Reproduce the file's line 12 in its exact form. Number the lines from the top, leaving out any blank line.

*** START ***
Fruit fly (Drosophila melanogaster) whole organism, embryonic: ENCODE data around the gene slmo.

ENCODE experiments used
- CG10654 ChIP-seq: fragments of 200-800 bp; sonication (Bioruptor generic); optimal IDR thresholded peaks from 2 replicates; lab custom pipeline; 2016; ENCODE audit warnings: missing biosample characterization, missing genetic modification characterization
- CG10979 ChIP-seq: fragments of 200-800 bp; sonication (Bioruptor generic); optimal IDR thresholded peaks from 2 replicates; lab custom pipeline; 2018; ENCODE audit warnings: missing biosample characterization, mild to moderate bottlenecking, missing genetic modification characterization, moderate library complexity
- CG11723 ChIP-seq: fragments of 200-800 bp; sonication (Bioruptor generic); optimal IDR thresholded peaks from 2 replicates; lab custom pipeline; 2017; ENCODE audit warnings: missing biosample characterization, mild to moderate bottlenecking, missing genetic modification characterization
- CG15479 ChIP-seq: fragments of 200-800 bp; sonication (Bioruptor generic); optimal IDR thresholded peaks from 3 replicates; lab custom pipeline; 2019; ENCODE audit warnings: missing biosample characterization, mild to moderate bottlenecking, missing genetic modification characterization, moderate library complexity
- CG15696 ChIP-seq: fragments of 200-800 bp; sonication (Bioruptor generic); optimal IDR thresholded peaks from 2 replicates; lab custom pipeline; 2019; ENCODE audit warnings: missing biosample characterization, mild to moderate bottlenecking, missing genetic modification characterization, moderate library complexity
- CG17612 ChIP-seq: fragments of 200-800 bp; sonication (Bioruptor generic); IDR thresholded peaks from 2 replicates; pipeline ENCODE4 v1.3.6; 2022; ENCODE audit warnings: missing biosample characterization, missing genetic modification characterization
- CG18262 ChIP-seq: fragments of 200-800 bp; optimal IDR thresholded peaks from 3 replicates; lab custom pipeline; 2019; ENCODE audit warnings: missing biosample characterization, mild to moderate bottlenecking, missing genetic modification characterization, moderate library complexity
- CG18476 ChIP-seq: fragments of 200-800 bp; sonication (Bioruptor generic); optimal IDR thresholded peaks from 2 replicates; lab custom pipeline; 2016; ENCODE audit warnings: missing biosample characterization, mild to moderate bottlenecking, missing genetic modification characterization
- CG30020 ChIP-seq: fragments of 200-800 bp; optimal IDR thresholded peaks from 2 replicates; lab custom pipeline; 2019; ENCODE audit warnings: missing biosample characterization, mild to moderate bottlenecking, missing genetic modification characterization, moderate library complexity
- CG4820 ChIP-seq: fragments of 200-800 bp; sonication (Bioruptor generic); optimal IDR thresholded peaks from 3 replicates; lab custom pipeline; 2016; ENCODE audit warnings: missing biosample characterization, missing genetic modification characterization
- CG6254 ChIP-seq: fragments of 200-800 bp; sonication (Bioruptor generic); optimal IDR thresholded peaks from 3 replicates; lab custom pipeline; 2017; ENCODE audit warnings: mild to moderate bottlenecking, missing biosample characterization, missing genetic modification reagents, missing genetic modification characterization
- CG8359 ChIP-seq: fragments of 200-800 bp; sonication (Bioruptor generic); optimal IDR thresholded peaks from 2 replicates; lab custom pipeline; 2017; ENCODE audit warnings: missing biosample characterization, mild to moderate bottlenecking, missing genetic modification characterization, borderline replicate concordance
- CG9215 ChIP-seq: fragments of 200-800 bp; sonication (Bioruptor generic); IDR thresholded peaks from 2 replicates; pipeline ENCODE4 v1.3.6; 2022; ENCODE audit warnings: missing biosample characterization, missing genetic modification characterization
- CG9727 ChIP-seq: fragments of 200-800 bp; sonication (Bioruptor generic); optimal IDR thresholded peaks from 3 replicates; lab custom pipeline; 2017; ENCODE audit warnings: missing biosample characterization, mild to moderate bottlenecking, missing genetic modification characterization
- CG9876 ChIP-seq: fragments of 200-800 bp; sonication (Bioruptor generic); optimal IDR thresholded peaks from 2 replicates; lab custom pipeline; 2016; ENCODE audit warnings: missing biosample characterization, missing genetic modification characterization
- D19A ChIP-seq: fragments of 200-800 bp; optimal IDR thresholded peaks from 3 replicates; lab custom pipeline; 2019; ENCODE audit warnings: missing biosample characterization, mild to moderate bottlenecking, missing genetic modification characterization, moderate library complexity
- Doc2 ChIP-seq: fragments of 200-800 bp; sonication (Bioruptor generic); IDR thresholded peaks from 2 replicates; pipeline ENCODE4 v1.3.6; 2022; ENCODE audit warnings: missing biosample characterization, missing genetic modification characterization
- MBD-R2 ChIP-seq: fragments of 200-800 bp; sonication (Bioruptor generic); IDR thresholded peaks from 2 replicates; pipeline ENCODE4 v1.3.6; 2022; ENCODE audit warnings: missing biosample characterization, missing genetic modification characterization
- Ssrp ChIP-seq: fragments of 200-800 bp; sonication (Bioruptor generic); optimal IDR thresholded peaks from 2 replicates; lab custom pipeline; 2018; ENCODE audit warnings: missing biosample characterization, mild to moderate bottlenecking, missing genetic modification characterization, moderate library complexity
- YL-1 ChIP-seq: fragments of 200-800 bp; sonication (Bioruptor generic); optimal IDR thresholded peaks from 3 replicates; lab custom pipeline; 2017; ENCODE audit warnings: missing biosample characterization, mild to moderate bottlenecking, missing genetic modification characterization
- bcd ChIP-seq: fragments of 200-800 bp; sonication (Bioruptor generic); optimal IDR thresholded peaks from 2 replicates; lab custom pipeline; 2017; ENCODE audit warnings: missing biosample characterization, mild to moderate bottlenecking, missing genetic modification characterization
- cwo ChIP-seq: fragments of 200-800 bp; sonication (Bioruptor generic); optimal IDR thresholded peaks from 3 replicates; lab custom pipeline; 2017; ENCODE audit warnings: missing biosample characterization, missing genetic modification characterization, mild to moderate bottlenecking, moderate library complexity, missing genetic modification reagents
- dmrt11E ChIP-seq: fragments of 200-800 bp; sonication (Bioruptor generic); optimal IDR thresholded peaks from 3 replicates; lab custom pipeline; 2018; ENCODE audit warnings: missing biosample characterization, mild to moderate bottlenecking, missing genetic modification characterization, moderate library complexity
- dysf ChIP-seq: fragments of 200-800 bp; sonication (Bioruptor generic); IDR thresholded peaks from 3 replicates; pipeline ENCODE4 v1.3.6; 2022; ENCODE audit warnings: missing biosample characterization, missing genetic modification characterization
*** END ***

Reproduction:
- CG4820 ChIP-seq: fragments of 200-800 bp; sonication (Bioruptor generic); optimal IDR thresholded peaks from 3 replicates; lab custom pipeline; 2016; ENCODE audit warnings: missing biosample characterization, missing genetic modification characterization